Use Mongoose with Promises

I have been working with Node.js for more than 2 years and one of the first things you learn since the beginning is that callbacks sucks. Callbacks are the consequence of asynchronous operations. And when we nest several of them (we usually need to do it), we fall in the problem known as callback hell. It means the code becomes less readable, harder to maintain and even less efficient.

In this post, we are going to see how to use promises with Mongoose to avoid callbacks. Mogoose is an important ODM that allows us to use MongoDB in Node.js. The problem is, the most of the examples I found on the web use callback style. Let’s see the following example:

We have defined the simplest schema to store users. Now, let’s do some queries:

Easy, right?

Now, let’s say we want to find a user to ban it. We could do it in just one operation with the method update in the model, but that way we will not see how good promises are. So, let’s do it in 2 steps:

To start, we can see the variable error in the 2 callbacks, what means that we loose the value of the first one in the second callback. We could solve it renaming the variables with something like: error1 and error2, but this is not elegant. And, what happen if we have more nested callbacks? Let’s imagine the next scenario:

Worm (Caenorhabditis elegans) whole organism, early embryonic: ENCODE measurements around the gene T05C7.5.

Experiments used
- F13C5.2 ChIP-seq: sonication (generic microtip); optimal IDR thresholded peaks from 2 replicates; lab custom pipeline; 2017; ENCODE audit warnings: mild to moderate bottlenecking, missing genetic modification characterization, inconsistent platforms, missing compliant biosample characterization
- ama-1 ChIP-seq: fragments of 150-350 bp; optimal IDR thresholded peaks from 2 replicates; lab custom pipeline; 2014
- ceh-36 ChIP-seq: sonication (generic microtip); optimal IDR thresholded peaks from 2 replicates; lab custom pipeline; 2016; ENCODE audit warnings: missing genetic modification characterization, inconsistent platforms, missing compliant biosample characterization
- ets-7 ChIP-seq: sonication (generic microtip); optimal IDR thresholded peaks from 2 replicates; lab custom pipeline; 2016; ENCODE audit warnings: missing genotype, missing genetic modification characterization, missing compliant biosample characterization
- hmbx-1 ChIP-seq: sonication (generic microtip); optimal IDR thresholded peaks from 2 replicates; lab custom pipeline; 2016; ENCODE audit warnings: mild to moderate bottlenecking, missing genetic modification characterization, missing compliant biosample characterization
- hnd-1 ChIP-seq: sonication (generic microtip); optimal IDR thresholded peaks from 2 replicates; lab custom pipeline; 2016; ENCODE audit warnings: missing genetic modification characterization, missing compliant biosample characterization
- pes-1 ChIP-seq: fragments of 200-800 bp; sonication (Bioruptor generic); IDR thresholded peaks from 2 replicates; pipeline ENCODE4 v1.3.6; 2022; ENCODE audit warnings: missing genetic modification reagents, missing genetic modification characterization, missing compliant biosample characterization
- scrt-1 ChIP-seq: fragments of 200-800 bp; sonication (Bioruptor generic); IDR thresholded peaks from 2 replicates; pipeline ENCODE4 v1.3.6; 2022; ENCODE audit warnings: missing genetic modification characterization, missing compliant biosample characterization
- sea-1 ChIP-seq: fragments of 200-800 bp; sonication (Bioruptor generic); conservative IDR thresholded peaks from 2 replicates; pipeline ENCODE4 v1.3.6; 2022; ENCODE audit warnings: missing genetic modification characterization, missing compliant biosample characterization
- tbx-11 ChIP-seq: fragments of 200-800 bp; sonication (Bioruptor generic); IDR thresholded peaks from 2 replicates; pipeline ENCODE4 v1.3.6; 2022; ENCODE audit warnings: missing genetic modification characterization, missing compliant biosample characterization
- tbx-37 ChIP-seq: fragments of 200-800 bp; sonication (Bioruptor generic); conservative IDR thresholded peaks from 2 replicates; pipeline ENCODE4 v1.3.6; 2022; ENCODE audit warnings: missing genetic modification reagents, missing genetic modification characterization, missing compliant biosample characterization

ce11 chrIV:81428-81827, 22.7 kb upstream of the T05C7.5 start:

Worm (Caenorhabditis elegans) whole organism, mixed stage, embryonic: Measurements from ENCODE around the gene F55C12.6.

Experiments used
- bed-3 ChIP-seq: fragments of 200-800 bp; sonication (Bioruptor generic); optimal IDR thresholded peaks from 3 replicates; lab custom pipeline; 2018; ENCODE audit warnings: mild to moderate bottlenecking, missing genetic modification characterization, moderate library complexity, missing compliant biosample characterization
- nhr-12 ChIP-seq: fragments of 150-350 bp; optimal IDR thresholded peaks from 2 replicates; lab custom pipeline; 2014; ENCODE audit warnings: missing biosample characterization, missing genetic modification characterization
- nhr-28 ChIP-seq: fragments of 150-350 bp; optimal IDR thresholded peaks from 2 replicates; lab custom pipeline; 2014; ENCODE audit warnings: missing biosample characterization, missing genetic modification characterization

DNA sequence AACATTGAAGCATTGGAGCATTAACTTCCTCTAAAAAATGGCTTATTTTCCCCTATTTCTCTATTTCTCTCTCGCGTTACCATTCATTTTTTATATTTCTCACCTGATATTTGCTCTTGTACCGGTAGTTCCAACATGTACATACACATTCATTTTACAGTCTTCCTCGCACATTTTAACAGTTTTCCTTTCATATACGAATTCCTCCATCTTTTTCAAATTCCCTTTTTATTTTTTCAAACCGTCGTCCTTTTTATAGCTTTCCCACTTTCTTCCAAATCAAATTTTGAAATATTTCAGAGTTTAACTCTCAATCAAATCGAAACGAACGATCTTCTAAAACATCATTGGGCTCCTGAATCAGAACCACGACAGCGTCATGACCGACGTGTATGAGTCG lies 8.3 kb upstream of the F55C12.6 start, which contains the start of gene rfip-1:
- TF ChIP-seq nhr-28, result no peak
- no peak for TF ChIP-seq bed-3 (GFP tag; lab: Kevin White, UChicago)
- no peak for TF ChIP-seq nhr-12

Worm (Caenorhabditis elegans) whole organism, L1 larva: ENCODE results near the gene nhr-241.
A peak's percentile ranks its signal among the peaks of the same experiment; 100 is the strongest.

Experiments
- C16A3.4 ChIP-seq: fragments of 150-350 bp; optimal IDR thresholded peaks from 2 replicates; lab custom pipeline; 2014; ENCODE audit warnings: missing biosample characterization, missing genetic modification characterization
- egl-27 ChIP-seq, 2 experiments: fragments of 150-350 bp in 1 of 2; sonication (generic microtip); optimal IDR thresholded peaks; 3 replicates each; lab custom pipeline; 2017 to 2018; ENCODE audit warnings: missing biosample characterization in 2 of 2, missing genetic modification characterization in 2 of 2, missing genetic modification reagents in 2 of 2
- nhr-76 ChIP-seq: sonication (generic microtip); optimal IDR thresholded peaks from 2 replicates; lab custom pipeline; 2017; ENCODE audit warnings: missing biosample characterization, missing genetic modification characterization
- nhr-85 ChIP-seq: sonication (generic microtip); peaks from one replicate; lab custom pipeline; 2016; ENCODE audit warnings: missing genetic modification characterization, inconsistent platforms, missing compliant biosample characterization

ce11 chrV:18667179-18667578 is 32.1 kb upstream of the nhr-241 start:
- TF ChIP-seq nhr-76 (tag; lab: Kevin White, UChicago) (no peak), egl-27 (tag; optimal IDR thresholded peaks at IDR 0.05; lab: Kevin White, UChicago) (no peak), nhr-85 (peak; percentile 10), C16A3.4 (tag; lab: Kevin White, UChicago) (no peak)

Yes, we get a callback hell case! Now, it comes the main reason of this post: using Mogoose with promises. We are going to add to our schema the next statics methods (where we will use promises):

Now we can do something like:

In the code above, we create the first query and we chain the rest via promises. If any promise in the chain gets an error, the flow automatically goes to the catch function.

Of course, for using promises with Monogoose is not necessary to define them as static methods in the schema definition, but for me, this way is pretty clear and useful.

We can also execute promises in parallel if there is no dependency among them. For example:

As result, our final code is much more readable, maintainable and elegant (even more efficient in certain cases where callback hell can produce memory leaks).
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